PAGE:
I did this with the NFC North in a much longer article, but figured I'd give this division a shot, as Bernard Pollard is, without a doubt, one of my favorite athletes of all time.
The trend in the NFL is for coaches to make the postseason within their first two seasons with their new teams, so long as that team had made the postseason within the past 8 years prior (thus, why Mangini/Shurmur/Jauron/Gailey aren't shocking in their absence).
Tony Sparano, John Harbaugh, John Fox, Mike Tomlin, Pete Carroll, Mike Smith, Jim Harbaugh, Rex Ryan, Norv Turner and Chuck Pagano were playoff coaches in their first seasons. Leslie Frazier, Todd Haley, and Ken Whisenhunt coached their teams to the postseason Year 2.
If that trend continues (and it only continues if the owners are operating with near or equal thoroughness and discernment in their hiring processes), both the Titans and Jaguars would be in line (the Titans last made the postseason in 2008, the Jaguars last made the postseason in 2007). In Gus Bradley's case, maybe setting the bar low in Jacksonville in 2013 will ensure his employment for a long and steady rebuild.
The two changes that stand out to me over this AFC South off-season are the Texans adding my #1 wide receiver from this year's draft, DeAndre Hopkins, and the major mentality shift Pollard and consultant Gregg Williams give the Titans defense. Other major factors include Jake Locker's down-field /accuracy and the Colts O-line and secondary (bringing in FS LaRon Landry, CB Greg Toler, whilst re-signing corners Darius Butler and Cassius Vaughn).
Andrew Luck often carried the Colts last season, as he had almost half of his team's rushing TDs, the team averaged only 3.8 yards per carry, and the defense was 32nd in fumble recoveries and 20th in INTs despite facing Ponder, Gabbert, Locker, Fitzpatrick, Quinn and Sanchez.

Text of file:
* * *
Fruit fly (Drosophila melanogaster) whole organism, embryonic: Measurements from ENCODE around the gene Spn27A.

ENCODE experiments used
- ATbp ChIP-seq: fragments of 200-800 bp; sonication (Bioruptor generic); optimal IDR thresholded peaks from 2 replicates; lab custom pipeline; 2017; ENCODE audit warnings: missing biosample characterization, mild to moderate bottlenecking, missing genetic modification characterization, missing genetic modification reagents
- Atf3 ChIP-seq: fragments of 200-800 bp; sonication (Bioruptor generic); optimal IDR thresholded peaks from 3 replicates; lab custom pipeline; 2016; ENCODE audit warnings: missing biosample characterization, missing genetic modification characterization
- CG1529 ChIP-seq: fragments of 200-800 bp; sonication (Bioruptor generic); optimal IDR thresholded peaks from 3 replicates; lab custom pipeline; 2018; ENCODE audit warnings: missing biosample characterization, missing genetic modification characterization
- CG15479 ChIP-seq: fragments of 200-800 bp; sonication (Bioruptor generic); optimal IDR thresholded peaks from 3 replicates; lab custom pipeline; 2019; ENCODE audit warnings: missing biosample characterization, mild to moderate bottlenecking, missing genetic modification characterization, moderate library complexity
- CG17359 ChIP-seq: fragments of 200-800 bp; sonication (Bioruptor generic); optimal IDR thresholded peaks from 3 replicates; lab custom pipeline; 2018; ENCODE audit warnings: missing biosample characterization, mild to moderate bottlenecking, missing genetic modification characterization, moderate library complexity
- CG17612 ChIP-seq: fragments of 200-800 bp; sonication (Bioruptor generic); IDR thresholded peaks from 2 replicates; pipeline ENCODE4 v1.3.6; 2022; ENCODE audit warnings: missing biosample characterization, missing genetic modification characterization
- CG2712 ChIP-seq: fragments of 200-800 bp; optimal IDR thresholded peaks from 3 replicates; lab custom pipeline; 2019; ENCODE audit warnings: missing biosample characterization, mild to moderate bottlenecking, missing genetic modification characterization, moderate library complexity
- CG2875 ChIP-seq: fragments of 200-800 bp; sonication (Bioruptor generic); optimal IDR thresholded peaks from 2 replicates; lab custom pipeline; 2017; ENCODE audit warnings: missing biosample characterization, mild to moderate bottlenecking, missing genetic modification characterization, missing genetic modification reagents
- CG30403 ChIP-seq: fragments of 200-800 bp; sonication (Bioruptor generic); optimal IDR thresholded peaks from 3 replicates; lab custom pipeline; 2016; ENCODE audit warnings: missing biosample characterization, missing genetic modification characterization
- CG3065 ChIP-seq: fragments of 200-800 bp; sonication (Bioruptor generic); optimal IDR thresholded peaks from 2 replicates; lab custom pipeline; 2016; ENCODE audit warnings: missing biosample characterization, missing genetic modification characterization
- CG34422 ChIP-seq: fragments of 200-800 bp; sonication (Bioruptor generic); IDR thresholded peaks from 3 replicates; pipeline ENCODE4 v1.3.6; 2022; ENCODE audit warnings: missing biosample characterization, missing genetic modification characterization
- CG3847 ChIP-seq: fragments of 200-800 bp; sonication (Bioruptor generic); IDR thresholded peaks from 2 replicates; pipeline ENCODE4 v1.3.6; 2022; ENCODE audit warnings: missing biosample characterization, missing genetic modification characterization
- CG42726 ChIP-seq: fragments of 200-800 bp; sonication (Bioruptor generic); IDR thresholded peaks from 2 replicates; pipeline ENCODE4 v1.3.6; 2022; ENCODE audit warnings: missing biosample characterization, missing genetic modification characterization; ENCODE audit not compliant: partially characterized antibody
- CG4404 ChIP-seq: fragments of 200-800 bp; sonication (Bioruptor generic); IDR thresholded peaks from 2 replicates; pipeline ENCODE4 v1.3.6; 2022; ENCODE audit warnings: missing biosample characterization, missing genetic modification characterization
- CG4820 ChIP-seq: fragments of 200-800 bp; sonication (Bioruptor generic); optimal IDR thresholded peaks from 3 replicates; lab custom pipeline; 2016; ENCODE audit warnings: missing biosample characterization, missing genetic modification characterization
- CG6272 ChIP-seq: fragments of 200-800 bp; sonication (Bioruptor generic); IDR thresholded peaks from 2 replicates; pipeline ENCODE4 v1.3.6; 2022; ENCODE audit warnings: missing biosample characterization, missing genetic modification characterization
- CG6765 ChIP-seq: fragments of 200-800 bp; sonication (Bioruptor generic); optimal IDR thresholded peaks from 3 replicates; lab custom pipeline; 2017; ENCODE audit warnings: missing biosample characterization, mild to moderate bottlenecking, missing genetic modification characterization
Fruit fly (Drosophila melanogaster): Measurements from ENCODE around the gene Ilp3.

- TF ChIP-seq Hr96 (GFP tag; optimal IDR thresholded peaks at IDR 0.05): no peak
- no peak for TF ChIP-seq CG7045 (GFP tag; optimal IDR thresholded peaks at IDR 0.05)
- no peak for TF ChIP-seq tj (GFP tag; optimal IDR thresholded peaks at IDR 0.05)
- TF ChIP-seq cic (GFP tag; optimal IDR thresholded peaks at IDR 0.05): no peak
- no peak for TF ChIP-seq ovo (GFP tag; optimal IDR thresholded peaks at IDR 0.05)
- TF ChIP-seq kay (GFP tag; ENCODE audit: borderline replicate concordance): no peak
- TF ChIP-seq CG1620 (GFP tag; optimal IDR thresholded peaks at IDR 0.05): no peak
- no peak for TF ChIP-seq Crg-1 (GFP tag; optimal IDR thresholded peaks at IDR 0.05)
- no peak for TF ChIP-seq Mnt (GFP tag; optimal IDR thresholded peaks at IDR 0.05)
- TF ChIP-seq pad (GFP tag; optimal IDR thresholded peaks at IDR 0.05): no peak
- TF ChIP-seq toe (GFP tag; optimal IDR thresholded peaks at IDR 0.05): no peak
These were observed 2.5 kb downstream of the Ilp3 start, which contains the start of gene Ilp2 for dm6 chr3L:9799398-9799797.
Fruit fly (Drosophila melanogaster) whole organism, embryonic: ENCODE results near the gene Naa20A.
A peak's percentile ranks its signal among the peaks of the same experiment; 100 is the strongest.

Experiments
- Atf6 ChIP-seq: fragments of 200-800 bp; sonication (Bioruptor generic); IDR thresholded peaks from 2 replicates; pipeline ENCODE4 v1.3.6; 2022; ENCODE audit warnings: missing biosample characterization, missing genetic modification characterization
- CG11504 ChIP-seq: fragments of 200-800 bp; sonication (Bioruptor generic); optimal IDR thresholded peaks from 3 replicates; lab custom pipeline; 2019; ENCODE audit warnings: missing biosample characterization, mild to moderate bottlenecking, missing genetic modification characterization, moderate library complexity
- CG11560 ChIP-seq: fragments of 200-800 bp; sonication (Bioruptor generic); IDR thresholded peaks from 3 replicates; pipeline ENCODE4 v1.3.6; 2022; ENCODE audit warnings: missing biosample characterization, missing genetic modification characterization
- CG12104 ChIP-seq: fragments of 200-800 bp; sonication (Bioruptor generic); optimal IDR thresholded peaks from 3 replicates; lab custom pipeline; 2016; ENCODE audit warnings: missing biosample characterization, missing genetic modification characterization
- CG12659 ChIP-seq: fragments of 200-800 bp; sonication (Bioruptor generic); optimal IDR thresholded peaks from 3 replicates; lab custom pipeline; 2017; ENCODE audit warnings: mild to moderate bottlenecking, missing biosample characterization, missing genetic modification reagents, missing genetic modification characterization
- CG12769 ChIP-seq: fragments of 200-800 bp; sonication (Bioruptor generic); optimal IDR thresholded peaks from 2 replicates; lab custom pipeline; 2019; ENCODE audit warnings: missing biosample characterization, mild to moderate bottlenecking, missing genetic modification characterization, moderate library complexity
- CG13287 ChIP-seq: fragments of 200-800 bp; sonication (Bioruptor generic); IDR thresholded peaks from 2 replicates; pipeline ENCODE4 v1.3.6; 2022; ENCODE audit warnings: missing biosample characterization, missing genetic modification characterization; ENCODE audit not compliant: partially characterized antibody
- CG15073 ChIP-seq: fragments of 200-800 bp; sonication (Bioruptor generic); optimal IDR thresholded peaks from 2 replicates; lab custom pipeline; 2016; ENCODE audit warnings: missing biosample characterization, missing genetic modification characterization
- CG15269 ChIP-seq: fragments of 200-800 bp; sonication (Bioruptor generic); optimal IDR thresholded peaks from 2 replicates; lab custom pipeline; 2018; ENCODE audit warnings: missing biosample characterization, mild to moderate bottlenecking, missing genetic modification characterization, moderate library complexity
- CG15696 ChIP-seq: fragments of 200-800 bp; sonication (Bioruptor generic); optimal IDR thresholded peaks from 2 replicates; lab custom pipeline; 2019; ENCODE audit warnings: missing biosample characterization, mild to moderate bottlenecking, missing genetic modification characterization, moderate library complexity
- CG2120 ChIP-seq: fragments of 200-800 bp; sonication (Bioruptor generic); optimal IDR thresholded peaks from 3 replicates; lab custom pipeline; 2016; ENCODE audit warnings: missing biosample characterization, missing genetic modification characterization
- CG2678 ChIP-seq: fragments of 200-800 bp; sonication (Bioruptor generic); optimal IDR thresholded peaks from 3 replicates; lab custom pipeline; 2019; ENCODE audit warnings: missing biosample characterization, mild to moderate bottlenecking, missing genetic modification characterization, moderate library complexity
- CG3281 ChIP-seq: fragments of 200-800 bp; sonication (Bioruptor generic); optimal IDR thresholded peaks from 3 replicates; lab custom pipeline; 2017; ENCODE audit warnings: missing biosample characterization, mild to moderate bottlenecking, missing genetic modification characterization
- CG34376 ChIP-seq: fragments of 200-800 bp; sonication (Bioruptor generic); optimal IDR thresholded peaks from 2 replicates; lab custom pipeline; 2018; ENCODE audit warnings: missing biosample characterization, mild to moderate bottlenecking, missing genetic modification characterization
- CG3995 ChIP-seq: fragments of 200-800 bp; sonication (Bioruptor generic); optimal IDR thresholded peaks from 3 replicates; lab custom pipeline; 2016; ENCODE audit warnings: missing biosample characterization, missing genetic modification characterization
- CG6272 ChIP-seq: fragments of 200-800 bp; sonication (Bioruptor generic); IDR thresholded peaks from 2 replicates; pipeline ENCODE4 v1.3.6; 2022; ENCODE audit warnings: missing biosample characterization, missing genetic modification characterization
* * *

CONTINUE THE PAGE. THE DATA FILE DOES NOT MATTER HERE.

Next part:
In a division with perhaps more new starters than any other division in the NFL, here are the best-case and worst-case scenarios for the AFC South.
Best-Case Scenario: DeAndre Hopkins flourishes in Gary Kubiak's play-action offense, Ed Reed stays healthy and brings a few INTs batted by Watt to the house, Cushing comes back strong, and the Texans at 12-4 prove they are just a cut below the elite three teams in the AFC (Patriots) by losing a close AFC Championship Game to one of them. Pundits were proven wrong after saying again and again the Ravens couldn't win the Super Bowl. I'm not saying the Texans can't win it, but this is the most realistic best-case scenario. Two advantages they have - beyond having the second-best defensive player in the NFL (I believe Bengals DT Geno Atkins is the best) and the best all-purpose running back in Arian Foster - is they could go undefeated in a young South, and they have stability at the OC and DC positions. The New England Patriots are the only opponent on their schedule that has the same offensive and defensive coordinators as it did week 1 last year. On the other hand, the Texans likely face SIX of the top 10 WRs in yds/reception: Danario Alexander, Cecil Shorts (2X), Torrey Smith, TY Hilton, Nate Washington (2X), Chris Givens.
Worst-Case Scenario: They stumble out of the gate against the explosive Ravens, the Titans and a rejuvenated Philip Rivers, start 0-3 and only recover to 9-7 and miss the postseason in 3rd place in the South.
Best-Case Scenario: Pep Hamilton and Andrew Luck pick up where they left off at Stanford, Chuck Pagano turns around the defense with Bjoern Werner proving to be an upgrade over Dwight Freeney, they make Schaub uncomfortable in a sweep on their way to an 11-5 record, division win, and advancement to the second round of the postseason.